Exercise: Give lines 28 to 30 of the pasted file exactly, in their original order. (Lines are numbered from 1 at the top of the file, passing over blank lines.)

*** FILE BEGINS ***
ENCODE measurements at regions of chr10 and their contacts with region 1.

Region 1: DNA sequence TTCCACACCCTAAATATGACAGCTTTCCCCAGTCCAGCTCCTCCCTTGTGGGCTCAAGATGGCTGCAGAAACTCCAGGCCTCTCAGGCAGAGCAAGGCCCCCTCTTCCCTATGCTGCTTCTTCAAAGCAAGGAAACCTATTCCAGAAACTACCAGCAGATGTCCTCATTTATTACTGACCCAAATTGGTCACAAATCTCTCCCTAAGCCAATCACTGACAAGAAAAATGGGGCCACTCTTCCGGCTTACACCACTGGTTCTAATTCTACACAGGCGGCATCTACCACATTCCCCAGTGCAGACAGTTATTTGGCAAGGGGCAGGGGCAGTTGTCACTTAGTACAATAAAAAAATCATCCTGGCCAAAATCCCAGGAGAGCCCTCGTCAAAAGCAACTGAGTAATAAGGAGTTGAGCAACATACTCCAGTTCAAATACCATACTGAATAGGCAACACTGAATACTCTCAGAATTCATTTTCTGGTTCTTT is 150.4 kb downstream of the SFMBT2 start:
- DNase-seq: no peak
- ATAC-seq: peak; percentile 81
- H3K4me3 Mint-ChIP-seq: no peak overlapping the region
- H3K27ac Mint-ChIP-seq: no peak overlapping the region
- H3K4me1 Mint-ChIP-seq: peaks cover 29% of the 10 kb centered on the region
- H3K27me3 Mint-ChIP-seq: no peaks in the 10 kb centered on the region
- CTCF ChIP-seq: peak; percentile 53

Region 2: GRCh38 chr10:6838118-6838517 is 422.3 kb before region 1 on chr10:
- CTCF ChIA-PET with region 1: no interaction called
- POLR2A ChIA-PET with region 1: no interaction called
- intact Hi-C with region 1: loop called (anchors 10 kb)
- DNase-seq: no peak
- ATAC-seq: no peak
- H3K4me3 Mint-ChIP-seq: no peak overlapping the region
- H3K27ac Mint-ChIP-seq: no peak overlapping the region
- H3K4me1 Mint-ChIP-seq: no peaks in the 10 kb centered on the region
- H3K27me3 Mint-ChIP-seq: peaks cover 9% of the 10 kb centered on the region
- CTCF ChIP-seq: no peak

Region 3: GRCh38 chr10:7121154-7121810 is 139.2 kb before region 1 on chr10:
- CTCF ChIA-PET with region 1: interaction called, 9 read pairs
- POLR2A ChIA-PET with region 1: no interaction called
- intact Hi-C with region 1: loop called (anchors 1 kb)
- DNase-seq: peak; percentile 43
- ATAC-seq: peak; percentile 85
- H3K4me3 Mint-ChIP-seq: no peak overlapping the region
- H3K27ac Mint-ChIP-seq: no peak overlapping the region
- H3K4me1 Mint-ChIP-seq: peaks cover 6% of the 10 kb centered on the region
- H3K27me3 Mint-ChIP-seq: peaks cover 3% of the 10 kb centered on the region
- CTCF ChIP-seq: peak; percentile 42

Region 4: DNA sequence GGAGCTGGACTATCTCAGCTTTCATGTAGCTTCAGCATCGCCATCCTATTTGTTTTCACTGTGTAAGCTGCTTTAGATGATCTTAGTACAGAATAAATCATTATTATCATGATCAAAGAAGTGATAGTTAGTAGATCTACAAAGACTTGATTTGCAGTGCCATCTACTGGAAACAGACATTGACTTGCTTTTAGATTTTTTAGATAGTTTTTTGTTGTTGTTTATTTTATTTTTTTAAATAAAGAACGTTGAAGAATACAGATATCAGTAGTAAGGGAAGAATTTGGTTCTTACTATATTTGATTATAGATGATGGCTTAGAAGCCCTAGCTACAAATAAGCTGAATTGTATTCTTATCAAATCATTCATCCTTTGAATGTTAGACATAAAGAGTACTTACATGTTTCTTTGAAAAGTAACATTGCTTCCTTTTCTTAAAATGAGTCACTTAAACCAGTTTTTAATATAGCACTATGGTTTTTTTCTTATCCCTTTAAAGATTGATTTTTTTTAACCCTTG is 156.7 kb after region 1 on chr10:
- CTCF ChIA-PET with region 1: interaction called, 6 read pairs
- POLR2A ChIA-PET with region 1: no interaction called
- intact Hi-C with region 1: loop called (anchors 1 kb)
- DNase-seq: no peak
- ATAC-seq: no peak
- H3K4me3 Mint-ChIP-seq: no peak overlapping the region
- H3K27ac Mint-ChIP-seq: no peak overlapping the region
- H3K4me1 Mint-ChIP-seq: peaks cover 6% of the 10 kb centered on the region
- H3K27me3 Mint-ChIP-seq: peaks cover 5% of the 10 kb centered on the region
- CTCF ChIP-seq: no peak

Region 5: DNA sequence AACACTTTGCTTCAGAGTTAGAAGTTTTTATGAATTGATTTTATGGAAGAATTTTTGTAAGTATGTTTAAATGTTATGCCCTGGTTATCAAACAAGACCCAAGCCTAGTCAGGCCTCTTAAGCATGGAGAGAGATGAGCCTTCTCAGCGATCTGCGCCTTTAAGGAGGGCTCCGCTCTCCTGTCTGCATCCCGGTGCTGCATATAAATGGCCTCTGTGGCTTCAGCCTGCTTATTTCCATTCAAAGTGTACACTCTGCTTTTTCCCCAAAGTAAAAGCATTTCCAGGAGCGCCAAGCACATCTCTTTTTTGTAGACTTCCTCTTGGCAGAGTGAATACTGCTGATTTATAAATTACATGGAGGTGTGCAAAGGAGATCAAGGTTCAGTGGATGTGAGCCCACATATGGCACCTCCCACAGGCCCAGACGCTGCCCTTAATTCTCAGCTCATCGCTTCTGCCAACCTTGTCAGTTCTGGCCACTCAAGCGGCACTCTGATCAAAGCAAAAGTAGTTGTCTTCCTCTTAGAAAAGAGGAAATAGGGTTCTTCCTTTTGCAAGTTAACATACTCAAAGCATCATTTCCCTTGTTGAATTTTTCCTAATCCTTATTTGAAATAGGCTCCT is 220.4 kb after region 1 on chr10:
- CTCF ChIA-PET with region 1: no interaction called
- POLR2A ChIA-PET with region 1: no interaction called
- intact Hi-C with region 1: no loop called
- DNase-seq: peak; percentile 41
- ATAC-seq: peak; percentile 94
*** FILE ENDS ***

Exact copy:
- H3K27ac Mint-ChIP-seq: no peak overlapping the region
- H3K4me1 Mint-ChIP-seq: peaks cover 6% of the 10 kb centered on the region
- H3K27me3 Mint-ChIP-seq: peaks cover 3% of the 10 kb centered on the region